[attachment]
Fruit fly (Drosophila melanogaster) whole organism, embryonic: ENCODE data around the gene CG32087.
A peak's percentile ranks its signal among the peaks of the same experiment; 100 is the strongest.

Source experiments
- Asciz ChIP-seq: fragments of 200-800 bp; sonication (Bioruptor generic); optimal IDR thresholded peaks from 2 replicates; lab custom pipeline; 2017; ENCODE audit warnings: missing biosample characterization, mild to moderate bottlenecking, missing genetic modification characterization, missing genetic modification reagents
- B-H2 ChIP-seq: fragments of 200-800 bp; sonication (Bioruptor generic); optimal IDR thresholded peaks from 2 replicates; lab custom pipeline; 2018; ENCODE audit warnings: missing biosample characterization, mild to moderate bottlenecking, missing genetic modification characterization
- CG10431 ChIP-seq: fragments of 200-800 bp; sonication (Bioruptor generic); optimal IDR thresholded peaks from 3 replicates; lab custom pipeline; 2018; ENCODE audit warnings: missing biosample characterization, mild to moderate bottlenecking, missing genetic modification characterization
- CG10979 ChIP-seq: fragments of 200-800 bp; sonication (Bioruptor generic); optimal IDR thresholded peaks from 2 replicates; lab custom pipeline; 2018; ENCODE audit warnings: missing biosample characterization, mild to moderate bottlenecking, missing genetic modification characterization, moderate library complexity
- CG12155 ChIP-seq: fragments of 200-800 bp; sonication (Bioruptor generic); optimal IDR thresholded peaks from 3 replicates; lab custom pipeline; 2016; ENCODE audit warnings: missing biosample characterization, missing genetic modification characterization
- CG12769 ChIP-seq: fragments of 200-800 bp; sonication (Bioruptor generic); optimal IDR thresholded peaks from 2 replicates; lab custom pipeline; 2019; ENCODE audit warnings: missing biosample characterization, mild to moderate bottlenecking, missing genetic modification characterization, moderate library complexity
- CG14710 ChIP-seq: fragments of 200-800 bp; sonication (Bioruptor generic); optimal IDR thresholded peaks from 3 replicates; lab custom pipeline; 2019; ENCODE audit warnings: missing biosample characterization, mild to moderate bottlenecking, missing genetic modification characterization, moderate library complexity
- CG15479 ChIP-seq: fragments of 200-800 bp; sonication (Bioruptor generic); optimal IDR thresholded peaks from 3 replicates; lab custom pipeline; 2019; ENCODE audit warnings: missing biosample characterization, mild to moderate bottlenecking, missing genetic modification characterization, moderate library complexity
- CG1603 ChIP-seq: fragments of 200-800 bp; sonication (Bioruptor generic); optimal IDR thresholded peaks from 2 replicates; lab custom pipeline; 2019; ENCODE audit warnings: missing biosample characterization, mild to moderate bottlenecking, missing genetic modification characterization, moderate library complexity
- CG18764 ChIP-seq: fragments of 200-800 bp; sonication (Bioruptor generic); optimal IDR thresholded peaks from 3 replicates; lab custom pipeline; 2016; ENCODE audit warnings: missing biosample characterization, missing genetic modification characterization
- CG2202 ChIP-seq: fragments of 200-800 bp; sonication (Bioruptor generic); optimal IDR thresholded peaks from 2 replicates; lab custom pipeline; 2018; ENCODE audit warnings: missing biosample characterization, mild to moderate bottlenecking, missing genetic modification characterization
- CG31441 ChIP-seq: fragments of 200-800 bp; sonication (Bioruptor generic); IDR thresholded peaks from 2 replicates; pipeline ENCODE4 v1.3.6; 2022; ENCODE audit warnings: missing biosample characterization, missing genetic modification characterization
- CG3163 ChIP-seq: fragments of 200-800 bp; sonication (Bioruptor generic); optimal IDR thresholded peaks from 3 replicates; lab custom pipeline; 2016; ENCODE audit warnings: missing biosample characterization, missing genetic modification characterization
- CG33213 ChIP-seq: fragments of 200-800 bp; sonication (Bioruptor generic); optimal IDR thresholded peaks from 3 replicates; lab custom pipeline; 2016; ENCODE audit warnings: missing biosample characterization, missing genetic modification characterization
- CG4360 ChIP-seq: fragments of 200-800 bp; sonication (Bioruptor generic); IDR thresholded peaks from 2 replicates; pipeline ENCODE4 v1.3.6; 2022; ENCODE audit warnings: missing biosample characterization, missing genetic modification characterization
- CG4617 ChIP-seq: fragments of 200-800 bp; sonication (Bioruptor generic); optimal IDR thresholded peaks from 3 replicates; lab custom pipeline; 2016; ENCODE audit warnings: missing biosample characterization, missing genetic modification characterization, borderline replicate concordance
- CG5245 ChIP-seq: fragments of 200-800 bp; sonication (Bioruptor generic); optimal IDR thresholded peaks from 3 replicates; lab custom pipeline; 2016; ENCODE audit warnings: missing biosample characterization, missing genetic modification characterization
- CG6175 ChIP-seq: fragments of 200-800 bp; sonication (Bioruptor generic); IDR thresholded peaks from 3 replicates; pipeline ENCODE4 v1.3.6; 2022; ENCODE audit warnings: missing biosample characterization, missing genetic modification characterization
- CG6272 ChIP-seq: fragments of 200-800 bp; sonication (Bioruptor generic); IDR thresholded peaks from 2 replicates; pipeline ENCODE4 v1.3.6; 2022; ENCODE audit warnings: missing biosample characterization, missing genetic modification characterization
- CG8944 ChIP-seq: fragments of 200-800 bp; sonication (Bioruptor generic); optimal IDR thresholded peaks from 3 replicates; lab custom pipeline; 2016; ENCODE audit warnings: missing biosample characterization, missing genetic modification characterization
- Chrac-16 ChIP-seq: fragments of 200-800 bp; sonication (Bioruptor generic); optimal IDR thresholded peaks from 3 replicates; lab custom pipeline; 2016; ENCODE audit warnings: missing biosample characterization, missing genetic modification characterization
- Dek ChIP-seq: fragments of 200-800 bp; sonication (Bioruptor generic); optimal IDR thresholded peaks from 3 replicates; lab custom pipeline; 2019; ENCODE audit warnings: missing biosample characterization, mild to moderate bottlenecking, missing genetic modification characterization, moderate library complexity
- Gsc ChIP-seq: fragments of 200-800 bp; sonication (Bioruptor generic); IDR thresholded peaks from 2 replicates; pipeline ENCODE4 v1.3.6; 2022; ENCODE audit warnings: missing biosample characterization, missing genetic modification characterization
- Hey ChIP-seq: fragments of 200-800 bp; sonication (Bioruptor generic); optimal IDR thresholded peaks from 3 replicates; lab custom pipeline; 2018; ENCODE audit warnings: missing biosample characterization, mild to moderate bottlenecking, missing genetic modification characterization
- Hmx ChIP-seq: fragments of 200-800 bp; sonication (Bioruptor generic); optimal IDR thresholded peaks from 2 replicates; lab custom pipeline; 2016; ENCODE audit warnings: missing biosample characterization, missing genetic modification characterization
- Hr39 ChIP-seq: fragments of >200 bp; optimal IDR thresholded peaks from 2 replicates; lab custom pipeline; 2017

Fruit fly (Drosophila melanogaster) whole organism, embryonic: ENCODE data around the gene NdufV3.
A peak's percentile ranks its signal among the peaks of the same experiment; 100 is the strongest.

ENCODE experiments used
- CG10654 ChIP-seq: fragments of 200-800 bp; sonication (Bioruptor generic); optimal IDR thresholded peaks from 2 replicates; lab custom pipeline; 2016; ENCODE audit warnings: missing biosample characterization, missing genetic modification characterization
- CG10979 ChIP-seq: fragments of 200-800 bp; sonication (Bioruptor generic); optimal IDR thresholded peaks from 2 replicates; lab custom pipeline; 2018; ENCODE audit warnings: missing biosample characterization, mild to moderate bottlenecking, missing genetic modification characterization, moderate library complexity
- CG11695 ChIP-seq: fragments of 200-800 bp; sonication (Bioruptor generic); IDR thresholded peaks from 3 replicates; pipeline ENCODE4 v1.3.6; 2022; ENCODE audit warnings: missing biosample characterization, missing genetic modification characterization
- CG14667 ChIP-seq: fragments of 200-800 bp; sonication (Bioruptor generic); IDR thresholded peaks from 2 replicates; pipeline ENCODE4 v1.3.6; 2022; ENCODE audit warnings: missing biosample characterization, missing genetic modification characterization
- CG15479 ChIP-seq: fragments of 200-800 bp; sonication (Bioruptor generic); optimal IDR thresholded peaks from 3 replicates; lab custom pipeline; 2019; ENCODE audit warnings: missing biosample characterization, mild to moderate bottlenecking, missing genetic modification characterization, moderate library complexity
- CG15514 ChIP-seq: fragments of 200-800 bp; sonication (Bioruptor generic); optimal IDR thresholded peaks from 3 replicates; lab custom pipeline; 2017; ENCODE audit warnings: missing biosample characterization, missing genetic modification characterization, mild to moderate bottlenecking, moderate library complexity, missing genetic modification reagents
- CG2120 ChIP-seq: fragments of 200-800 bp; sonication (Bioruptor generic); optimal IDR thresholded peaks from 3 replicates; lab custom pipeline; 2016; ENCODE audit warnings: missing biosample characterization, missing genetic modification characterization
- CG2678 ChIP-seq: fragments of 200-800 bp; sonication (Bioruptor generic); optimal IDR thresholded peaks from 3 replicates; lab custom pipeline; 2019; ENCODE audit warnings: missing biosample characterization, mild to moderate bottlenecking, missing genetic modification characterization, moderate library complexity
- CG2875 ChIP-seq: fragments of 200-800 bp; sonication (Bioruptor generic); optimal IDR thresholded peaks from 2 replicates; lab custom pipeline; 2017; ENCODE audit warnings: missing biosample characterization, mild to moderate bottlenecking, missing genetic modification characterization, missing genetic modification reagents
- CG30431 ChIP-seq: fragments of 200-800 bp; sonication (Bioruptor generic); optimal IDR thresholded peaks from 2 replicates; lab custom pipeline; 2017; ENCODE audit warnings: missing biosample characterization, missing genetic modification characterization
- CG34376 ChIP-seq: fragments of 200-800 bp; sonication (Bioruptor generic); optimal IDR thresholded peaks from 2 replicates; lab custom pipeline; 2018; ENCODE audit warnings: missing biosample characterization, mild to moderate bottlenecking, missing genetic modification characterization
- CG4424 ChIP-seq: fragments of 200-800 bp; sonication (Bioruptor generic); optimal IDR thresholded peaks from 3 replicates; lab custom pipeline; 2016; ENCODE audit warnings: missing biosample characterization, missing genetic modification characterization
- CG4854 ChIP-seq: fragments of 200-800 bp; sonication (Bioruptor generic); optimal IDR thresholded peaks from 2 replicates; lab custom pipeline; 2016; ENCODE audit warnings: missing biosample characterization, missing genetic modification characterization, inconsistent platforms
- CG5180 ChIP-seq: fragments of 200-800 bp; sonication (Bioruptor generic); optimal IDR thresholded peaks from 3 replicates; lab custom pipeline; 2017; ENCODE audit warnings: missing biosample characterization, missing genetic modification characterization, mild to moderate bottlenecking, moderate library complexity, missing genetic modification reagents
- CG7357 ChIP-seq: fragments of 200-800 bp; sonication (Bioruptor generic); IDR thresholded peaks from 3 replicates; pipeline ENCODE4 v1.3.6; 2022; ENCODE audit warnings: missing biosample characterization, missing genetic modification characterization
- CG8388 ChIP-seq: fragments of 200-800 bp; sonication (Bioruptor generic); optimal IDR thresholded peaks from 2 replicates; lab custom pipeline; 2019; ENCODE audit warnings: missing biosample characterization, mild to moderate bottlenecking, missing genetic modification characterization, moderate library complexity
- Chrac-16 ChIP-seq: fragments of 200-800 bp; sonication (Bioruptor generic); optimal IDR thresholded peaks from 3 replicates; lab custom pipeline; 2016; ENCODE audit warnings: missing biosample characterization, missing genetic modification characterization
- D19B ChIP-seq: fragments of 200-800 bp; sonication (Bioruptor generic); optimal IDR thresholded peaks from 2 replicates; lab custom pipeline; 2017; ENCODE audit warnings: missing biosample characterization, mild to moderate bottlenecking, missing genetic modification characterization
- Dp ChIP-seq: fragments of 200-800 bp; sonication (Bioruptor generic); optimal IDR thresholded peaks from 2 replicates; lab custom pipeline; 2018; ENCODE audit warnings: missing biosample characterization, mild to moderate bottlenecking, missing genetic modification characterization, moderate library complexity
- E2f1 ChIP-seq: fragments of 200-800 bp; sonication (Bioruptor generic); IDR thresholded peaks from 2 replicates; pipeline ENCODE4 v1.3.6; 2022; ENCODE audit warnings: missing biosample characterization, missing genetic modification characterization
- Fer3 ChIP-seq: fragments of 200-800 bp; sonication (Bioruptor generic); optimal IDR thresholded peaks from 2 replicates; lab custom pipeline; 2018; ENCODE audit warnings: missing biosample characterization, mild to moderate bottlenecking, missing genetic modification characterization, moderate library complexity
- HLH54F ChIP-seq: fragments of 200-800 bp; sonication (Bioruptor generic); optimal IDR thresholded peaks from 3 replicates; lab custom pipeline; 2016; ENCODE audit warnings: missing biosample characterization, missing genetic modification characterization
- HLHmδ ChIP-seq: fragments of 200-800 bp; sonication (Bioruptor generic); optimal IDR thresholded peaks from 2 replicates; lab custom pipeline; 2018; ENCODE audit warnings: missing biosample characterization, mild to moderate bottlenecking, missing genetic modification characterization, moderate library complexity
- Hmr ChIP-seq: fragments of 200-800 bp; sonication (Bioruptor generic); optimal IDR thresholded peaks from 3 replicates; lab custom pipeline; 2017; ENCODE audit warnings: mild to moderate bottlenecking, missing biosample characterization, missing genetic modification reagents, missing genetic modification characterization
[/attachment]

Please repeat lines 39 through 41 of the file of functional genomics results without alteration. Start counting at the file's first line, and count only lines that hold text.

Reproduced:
- CG2120 ChIP-seq: fragments of 200-800 bp; sonication (Bioruptor generic); optimal IDR thresholded peaks from 3 replicates; lab custom pipeline; 2016; ENCODE audit warnings: missing biosample characterization, missing genetic modification characterization
- CG2678 ChIP-seq: fragments of 200-800 bp; sonication (Bioruptor generic); optimal IDR thresholded peaks from 3 replicates; lab custom pipeline; 2019; ENCODE audit warnings: missing biosample characterization, mild to moderate bottlenecking, missing genetic modification characterization, moderate library complexity
- CG2875 ChIP-seq: fragments of 200-800 bp; sonication (Bioruptor generic); optimal IDR thresholded peaks from 2 replicates; lab custom pipeline; 2017; ENCODE audit warnings: missing biosample characterization, mild to moderate bottlenecking, missing genetic modification characterization, missing genetic modification reagents